LONDON - Standard Chartered said former JPMorgan investment bank boss Bill Winters will take over as chief executive in June to replace Peter Sands, after investors demanded change at the helm following two years of problems.

Asia-focused bank Standard Chartered said yesterday that chairman John Peace will also leave next year, and named other changes to its board in a massive overhaul in management following problems ranging from a United States fine for breaking sanctions to a jump in losses from commodities loans.

Mr Winters, 53, is one of the most respected bankers in the industry and has wide experience in investment banking and regulatory issues. Standard Chartered shares jumped 3 per cent on the news of the appointment.

He will join the Standard Chartered board in May and take over from Mr Sands the following month, and be based in London where he has lived for the past 22 years.

Mr Winters joined JPMorgan in 1983 as a trainee in New York and moved up the ranks to become co-CEO of its investment bank from 2004 to 2009, when he left following a falling out with CEO Jamie Dimon.

Mr Winters then became one of five members of a British government commission that analysed how banks could be made structurally safer. The panel's recommendations that firms should separate their domestic retail banking operations is being implemented.

"Bill is a globally respected banker and has the right experience and skills to drive the group's new phase of growth," said Mr Peace, who said he will remain in his role until next year to help Mr Winters' transition.

Investors started calling for change at the top of Standard Chartered last year, citing strategic, governance and operational mistakes, and saying Mr Sands had been slow to address problems and had not gone far enough in cutting costs.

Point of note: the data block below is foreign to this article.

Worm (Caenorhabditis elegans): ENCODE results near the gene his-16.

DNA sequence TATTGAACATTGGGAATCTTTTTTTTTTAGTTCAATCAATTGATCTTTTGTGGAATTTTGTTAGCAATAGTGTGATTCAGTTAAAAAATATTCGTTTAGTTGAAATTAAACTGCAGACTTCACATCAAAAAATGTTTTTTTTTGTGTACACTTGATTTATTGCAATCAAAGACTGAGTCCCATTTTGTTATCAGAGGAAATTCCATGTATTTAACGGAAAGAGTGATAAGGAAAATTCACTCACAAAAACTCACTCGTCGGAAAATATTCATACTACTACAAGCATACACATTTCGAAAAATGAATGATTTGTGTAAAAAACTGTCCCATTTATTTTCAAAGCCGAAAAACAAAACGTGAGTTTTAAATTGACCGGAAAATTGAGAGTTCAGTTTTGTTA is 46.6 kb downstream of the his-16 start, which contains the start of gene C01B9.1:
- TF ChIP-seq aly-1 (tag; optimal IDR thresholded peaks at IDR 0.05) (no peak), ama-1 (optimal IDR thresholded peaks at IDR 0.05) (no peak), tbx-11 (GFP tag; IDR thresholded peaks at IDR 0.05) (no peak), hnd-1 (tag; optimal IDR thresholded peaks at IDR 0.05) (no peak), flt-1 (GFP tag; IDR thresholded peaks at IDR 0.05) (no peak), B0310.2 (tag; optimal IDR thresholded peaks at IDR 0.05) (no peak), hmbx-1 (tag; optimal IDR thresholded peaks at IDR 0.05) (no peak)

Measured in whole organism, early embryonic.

Three of the bank's top 30 investors told Reuters in December that Mr Sands should be replaced this year.

A former McKinsey consultant, Mr Sands, 53, steered Standard Chartered through the 2008 financial crisis, helping it to 10 years of record earnings. He has been CEO for eight years.

Some investors have urged the bank to make wider changes in the board, and it said yesterday that Jaspal Bindra, CEO of its Asia business, will also leave this year after 16 years with the bank.

It said a further three longstanding directors will step down - Ruth Markland, Paul Skinner and Oliver Stocken - and said two new directors will join the board: Gay Huey Evans and Jasmine Whitbread.

Standard Chartered last month said it would close a swathe of its global equities business and axe 2,000 jobs around the world this year, as it tries to make savings of US$400 million (S$540 million) as part of a structural overhaul.

The bank, which makes 90 per cent of its profits in Asia, the Middle East and Africa, saw its net earnings fall 16 per cent for 2013 as it faced increased competition in Asia and troubles turning around its South Korean unit.

In August, US regulators hit it with a US$300 million fine and restrictions on its dollar-clearing business for failing to detect possible money-laundering.